Once the boat is lying sideways, head to wind is preferable, (swim it round if you're bothered...), you need to get your weight over the centreboard. Here's my first top tip - do this from the forward edge of the board; DON'T try to do it at the trailing edge. The angle between the board and the hull is wider at the front, and the gunwale is slightly closer for grabbing onto to pull the boat further down. Now, my second top tip, if you can hold the boat at about 45 degrees (ie. half way to upright), it will now gradually spin around into a head to wind position (unless it is really windy). At this point everything is pretty neutral so you should be able to pull the boat flat and hop in, using the grab rails and toe strap to help you.

My third top tip (linking back to why it is sometimes safer to be in the water rather than on the board)... familiarise yourself with the concept of the 'San Fransisco roll'. Steve Cockerill explains it quite well in the latter half of this document:

If it is windy, be ready to use it - it feels fab when you manage to do one successfully - almost worth capsizing for! (And is far less tiring).

Final tips...
Make sure your centreboard bungee and centreboard brake is tight / good enough to stop the board falling out if turtled.

Make sure you either use a mast retaining clip or a knot in your cunningham line so that the mast can't fall out when turtled.

I hope that makes sense... Good luck with the practice!
If I end up in the water, I climb back up on the board hang on to the gunwale/deck, put my feet towards the end of the board and shift my weight a little to get it up quick, then as it comes up you have to make your way into the boat.

Another way that can also work is hanging on to the end of the board, some people hang on to act like a bulb on a keel and then come up on the other side (going under the boat). This helps if the boat keeps capsizing back on top of you in heavy air.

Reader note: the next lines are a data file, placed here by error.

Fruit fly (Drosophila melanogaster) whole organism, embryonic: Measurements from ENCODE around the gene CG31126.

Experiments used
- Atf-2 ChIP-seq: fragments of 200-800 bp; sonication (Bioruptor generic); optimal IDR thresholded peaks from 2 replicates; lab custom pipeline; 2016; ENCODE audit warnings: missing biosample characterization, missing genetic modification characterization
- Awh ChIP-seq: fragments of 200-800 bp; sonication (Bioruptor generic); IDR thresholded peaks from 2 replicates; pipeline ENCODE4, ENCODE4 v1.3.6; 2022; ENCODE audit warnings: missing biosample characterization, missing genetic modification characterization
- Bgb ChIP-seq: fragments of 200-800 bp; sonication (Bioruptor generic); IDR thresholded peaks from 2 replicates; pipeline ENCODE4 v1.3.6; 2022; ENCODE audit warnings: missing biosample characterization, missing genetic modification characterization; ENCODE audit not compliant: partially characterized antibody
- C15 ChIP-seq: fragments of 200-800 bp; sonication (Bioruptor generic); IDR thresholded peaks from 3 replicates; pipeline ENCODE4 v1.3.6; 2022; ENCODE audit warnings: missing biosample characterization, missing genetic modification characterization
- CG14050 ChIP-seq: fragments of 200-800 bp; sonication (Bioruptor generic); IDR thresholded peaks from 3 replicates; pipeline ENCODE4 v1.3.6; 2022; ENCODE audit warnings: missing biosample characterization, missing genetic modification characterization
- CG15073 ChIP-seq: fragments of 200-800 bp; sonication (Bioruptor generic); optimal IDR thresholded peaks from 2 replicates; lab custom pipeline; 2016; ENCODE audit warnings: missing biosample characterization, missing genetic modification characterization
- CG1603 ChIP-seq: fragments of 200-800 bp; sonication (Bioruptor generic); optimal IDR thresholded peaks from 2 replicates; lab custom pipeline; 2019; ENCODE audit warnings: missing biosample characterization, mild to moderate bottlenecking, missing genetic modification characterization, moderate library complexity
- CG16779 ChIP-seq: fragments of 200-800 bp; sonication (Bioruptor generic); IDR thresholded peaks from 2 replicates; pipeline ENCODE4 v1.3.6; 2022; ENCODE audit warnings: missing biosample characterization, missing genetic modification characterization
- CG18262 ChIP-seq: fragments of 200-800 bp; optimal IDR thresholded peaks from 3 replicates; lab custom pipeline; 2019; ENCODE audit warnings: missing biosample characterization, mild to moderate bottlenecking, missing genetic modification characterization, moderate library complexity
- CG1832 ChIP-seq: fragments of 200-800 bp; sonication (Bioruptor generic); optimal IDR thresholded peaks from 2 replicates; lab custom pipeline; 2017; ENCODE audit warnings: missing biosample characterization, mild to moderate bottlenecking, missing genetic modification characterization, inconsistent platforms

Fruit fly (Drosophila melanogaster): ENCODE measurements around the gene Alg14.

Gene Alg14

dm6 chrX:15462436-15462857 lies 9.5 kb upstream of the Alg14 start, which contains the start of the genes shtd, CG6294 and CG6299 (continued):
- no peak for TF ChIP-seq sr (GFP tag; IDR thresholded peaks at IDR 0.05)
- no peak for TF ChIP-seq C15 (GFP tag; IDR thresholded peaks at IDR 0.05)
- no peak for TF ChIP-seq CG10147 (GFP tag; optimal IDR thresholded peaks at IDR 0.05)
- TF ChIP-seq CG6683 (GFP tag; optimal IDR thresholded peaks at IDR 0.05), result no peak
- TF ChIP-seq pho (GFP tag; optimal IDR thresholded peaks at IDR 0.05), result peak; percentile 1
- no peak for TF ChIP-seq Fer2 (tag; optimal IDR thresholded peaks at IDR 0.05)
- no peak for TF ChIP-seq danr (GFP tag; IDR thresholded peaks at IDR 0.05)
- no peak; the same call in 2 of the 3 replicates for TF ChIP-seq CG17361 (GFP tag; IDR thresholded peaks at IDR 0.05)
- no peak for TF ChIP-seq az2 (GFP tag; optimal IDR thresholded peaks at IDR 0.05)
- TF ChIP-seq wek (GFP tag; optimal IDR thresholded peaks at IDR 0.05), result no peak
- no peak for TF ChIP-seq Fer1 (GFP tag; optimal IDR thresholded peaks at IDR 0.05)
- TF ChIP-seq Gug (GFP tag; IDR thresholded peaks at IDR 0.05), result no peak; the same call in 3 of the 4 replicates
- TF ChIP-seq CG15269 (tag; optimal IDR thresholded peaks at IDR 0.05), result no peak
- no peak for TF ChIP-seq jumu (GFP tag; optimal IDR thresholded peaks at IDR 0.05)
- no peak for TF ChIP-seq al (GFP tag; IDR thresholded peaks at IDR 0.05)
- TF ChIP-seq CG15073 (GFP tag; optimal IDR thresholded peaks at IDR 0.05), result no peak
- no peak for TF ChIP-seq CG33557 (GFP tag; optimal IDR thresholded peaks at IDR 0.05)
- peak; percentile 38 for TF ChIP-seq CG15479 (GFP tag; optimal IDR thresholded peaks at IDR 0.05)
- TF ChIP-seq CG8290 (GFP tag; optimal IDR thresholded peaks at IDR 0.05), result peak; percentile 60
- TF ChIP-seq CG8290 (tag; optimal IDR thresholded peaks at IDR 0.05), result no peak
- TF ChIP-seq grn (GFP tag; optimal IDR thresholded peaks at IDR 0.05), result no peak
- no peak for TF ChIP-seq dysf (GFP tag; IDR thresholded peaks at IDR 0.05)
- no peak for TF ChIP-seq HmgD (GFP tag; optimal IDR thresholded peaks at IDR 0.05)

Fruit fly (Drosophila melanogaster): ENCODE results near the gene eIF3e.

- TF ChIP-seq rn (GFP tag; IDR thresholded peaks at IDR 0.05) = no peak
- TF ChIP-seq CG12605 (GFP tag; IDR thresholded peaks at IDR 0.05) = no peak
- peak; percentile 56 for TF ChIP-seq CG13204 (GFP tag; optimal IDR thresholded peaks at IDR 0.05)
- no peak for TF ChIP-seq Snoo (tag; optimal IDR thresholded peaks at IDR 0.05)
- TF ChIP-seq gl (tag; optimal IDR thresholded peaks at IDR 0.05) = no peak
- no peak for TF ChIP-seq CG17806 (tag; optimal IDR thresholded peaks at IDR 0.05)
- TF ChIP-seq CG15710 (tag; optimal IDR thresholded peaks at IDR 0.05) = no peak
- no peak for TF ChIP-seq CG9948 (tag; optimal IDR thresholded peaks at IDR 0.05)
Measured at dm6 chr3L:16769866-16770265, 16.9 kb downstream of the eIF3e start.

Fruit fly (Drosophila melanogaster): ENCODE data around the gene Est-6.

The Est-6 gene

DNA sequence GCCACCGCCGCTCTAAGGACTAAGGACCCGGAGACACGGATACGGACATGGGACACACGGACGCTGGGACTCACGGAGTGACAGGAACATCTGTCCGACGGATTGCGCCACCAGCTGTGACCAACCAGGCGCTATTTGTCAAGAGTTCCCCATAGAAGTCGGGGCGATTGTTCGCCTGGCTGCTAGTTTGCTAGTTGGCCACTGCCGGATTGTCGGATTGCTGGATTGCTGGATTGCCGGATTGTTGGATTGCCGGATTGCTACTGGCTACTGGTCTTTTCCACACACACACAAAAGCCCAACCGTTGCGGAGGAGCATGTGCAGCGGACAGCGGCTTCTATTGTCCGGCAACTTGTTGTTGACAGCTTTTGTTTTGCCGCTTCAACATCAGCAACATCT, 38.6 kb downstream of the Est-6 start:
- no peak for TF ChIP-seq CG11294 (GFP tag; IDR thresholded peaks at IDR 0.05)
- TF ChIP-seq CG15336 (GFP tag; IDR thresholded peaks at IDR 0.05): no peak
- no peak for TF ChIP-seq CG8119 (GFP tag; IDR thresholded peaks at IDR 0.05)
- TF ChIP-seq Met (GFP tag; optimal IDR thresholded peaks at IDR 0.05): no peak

If you can reach the gunwale/deck near the center of the boat you can pull it up quickly this way as well, you have to ease off as the boat starts to come over or it might capsize on top of you. Get in when the boat is flat.

Turtles require that you climb up on the boat, start by hanging off the blade with your weight on one side, as the boat comes up more climb on to the board and finish like the first method. If the board comes out, you have to get it back in before you can right the boat.
As the other posts said - the key is getting as much of your weight out of the water as possible.

Make sure you're not bending at the waist. If you keep your torso straight as you lean back you get better leverage and the boat will come up pretty easily.
I am new to sailing too and not a little depressed. I am a big guy and have no trouble righting the boat from a capsize.
My problem is i can,t get back in it.Today i capsized a Bahia ,I used the dagger board to right the problem but then I can,t get back in from the side .I am told to try getting back in from the back?
I weigh 105 kgs and I know i am not too fit but surely it can,t be that difficult?
Any advice welcome.
My sailing club's boats have masthead floats, I'm struggling to learn to right my laser without one, in higher winds. If you see the boat coming back down on you take a breath.

For the Bahia
With 2 people, one person can grab the hiking strap and counter your weight while you climb onto the centerboard using the Bahia's pipes? on the bottom. Once you are on the centerboard, the person on the hiking strap can stop counterbalancing and float freely, still holding on to the hiking straps. You can grab the shrouds, and as the boat comes up flop in.
If that doesn't work or you are singlehanding, it is easier to climb in from the back, you can grab the tiller, and try and kick the water to get yourself in. I've tied the jib sheets together on a lido and used that to help pull myself in from the side but the bahia is lower in the stern.
Thanks khuie,
I was singlehanded and to get in from the side ,(If you have not flipped in as she rolls up),is impossible for a heavy person.The boat just rolls.
Over the stern has to be the way. I will let you know. :)